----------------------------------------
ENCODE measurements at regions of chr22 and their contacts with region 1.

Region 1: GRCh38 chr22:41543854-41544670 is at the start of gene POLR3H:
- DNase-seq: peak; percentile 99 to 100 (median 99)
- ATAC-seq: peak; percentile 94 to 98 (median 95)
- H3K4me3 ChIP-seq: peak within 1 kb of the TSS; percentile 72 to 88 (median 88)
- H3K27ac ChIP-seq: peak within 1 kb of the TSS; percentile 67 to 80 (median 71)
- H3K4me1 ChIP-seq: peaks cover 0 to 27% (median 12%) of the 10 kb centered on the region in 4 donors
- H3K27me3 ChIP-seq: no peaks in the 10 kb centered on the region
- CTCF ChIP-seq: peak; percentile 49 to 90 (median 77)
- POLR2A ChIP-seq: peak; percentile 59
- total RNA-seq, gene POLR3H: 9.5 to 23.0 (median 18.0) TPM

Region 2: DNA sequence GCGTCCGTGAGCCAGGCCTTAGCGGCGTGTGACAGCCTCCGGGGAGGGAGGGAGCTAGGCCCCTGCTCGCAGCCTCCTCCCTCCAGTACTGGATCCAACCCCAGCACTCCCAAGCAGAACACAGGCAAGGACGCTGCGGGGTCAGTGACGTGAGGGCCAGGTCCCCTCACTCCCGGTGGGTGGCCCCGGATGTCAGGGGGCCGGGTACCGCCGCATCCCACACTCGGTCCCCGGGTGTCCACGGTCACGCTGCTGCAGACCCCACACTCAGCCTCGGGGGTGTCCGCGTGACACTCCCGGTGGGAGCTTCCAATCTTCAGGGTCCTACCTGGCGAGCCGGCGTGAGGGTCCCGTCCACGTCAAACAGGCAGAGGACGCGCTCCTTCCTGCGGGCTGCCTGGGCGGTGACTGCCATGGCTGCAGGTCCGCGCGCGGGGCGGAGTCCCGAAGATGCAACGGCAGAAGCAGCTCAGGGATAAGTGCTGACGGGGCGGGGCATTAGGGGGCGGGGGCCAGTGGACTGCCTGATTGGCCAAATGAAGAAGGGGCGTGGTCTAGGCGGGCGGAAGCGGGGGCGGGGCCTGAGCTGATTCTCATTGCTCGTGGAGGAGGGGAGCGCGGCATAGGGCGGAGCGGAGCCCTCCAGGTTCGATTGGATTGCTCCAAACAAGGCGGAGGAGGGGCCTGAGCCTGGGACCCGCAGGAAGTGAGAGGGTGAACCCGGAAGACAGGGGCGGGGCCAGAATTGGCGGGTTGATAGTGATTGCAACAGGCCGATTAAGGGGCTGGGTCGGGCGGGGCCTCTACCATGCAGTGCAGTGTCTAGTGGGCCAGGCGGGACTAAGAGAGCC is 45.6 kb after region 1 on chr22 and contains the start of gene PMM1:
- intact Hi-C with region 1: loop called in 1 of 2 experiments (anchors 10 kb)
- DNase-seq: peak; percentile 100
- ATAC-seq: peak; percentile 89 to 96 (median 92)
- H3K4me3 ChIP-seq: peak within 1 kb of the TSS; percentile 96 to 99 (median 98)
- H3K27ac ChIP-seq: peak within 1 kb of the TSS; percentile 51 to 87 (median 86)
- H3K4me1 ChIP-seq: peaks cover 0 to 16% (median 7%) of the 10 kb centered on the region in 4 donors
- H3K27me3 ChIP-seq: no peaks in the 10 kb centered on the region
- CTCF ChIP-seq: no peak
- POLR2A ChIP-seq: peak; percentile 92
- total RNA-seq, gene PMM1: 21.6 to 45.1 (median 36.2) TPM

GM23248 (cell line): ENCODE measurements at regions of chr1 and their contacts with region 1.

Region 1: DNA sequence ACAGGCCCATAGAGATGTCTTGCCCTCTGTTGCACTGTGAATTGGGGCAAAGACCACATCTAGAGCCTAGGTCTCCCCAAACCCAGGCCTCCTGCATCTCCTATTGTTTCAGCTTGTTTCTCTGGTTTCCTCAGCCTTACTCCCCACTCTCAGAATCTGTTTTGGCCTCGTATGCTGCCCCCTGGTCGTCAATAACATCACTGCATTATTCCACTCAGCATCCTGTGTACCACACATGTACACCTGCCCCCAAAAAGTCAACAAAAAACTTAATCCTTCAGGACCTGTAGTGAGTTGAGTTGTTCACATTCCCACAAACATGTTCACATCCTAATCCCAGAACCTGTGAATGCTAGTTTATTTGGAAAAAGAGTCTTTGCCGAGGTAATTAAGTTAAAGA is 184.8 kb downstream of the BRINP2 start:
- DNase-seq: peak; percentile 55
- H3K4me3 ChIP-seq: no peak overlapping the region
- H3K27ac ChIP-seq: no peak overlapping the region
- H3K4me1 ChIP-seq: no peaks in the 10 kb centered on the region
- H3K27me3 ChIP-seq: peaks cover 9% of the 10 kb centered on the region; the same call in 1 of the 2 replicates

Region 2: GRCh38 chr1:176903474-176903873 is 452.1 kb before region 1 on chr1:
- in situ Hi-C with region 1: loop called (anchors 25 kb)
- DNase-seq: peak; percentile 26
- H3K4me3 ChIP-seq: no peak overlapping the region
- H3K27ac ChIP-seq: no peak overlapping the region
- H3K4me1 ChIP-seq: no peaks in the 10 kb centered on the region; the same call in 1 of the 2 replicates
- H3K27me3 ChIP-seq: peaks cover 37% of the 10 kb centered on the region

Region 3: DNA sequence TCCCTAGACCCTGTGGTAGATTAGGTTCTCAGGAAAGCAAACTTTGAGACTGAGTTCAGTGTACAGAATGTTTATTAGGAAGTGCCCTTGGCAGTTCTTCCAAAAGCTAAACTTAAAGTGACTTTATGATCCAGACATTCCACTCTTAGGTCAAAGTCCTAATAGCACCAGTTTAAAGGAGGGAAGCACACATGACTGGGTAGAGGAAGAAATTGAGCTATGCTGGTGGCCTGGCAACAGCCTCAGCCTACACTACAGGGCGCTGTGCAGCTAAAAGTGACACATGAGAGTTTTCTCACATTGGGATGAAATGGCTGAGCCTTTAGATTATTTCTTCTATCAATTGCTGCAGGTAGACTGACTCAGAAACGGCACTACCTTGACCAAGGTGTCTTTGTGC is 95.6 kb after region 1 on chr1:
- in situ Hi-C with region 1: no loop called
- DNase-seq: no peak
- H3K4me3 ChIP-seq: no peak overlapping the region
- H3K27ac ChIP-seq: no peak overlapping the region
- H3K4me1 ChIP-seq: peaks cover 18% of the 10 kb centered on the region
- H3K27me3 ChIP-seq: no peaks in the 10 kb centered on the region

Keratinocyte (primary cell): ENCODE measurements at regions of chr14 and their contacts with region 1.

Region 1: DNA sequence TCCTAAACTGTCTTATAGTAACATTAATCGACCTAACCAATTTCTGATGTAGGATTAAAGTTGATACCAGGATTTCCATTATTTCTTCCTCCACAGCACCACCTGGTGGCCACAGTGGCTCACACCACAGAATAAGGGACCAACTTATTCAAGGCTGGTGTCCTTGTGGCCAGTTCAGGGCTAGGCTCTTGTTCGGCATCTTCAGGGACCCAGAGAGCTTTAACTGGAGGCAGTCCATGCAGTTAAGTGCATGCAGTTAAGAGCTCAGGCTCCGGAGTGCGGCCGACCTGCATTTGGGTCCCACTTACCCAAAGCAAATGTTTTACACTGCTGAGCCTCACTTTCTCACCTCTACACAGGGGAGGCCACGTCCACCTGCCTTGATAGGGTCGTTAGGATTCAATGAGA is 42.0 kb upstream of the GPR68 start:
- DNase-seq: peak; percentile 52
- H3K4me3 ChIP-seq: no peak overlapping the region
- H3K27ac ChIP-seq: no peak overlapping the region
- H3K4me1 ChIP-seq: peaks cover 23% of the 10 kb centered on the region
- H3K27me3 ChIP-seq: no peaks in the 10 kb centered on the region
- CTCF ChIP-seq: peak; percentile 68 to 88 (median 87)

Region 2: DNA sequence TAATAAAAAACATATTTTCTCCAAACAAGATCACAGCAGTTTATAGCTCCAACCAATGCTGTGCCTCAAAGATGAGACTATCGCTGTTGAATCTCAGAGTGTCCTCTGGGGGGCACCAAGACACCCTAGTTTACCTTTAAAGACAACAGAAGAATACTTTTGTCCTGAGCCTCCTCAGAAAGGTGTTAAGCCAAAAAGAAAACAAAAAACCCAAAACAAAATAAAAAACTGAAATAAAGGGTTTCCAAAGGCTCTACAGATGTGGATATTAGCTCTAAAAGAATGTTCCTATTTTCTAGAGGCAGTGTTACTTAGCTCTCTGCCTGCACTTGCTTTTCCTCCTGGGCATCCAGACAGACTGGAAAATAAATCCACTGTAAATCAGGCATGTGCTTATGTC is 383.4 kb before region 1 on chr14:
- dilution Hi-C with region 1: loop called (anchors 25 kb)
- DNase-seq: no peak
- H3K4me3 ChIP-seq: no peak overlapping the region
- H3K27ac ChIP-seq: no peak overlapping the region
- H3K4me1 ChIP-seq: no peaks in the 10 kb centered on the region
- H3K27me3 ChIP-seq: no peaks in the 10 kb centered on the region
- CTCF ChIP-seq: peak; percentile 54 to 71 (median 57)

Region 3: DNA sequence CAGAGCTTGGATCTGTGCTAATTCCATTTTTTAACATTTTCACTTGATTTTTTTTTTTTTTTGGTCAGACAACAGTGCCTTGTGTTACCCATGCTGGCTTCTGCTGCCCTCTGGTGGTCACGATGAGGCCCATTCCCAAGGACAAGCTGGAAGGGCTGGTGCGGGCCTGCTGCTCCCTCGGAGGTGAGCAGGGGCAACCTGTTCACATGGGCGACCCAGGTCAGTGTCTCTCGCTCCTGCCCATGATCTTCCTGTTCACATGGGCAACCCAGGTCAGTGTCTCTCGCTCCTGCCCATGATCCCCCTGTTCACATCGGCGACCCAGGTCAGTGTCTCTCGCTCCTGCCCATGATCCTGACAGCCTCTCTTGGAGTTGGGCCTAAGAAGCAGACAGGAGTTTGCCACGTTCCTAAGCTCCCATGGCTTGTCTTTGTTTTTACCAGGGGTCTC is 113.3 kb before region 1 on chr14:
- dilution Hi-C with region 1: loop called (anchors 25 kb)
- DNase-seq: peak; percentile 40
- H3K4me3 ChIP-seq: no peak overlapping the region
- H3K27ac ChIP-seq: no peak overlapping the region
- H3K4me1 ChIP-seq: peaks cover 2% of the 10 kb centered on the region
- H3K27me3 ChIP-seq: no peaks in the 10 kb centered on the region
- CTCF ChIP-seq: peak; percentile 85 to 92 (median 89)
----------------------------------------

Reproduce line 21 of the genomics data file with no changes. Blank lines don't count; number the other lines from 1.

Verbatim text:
- POLR2A ChIP-seq: peak; percentile 92